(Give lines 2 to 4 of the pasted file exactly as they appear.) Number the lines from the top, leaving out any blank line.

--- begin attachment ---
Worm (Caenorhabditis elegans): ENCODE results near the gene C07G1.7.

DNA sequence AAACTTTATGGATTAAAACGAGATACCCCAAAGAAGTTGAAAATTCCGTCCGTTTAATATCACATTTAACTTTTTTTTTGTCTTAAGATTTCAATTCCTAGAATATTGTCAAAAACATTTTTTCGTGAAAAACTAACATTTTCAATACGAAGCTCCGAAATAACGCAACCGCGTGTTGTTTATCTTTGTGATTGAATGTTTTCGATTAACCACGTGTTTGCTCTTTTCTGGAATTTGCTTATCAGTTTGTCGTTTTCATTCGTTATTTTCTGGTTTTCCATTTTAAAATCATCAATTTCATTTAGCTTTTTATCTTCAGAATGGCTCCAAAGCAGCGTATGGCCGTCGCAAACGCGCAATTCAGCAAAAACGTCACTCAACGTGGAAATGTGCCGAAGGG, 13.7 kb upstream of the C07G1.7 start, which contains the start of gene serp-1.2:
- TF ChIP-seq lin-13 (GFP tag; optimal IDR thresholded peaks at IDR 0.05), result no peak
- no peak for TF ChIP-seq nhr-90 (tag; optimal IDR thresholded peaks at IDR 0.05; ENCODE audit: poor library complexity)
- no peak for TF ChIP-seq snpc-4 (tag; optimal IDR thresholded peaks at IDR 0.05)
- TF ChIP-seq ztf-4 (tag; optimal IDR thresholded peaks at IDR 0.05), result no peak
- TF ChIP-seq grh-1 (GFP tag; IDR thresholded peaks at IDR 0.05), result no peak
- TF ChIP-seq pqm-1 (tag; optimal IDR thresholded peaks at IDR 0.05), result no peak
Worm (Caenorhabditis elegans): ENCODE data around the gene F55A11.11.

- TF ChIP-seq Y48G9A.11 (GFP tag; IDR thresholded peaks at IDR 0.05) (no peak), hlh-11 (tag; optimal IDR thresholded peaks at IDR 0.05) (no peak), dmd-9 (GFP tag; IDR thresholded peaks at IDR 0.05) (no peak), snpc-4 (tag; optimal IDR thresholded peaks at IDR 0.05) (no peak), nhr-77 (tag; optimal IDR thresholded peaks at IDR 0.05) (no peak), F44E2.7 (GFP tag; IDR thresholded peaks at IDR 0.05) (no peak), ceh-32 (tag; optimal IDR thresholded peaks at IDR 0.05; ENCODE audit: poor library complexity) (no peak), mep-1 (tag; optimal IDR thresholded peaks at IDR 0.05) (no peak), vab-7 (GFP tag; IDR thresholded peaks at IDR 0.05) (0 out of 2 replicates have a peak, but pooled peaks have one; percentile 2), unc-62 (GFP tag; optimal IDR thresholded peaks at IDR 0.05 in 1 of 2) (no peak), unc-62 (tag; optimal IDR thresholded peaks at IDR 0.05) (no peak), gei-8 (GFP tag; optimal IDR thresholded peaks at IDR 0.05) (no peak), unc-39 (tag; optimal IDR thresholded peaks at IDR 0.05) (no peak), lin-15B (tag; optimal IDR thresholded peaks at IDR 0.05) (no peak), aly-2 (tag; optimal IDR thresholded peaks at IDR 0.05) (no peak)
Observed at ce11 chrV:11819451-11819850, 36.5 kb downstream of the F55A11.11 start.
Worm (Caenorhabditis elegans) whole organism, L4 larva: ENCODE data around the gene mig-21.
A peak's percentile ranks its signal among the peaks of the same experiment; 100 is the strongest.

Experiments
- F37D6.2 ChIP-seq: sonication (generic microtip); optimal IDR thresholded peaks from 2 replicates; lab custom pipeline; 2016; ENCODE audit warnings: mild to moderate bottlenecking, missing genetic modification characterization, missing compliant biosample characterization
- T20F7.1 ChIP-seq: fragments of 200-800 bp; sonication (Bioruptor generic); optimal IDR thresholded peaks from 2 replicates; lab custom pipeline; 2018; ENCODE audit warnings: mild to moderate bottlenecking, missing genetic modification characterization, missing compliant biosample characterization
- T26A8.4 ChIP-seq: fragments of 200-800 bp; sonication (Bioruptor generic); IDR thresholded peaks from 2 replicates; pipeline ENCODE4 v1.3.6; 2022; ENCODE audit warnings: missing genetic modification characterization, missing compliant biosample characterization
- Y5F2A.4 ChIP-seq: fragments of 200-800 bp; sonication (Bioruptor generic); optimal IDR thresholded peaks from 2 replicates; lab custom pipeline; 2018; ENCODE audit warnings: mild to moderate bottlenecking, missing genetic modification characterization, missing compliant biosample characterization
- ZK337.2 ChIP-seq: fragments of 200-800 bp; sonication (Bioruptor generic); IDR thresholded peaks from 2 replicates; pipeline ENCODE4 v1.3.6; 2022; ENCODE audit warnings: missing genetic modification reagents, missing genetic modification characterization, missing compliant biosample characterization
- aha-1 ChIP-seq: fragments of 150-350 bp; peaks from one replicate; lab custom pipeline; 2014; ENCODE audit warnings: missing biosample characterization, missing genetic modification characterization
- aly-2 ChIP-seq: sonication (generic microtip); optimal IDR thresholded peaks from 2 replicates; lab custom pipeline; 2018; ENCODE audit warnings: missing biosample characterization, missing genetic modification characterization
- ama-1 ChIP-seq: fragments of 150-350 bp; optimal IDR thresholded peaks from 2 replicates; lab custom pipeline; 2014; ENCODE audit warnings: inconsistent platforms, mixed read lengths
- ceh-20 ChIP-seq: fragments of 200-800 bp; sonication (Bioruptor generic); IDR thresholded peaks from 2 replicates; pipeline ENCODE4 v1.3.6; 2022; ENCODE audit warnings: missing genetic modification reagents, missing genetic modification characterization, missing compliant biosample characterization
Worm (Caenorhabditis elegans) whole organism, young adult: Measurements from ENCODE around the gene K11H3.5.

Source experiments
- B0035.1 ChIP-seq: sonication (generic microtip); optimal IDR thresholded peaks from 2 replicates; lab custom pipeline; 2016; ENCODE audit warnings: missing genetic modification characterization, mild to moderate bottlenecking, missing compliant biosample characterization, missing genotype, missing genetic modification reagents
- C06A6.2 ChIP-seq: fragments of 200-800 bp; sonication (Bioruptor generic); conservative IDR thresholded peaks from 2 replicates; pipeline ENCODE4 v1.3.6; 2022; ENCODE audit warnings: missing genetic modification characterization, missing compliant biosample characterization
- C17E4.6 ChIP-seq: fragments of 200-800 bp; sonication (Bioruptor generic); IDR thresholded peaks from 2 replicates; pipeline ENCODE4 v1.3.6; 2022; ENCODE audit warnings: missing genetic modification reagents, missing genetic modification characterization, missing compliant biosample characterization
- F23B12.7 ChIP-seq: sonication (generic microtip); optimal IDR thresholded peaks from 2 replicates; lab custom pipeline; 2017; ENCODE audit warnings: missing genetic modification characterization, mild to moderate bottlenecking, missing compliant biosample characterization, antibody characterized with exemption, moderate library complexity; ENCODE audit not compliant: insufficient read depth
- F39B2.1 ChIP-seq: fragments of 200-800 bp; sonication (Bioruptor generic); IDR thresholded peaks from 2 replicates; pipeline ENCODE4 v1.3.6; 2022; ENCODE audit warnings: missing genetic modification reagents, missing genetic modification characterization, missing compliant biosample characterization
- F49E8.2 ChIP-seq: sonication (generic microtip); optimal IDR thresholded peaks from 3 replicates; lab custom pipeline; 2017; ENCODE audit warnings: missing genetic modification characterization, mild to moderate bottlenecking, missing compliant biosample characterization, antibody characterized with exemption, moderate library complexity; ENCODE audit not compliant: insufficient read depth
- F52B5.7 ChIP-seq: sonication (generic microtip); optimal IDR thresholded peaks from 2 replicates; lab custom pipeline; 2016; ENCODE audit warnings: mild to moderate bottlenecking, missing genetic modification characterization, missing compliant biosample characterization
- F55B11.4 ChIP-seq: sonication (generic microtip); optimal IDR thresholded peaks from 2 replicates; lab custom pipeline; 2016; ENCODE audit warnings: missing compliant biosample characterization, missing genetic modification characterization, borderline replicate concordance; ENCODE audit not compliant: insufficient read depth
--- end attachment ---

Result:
DNA sequence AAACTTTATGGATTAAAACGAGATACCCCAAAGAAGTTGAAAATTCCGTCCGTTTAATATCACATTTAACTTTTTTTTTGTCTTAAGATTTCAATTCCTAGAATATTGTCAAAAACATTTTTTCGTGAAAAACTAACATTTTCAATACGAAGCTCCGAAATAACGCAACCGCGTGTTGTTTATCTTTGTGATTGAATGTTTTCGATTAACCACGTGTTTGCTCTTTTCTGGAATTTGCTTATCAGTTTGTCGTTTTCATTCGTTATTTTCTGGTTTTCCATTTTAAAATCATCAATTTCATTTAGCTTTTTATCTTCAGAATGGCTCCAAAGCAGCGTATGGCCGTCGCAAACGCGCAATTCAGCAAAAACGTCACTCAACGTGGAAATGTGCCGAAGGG, 13.7 kb upstream of the C07G1.7 start, which contains the start of gene serp-1.2:
- TF ChIP-seq lin-13 (GFP tag; optimal IDR thresholded peaks at IDR 0.05), result no peak
- no peak for TF ChIP-seq nhr-90 (tag; optimal IDR thresholded peaks at IDR 0.05; ENCODE audit: poor library complexity)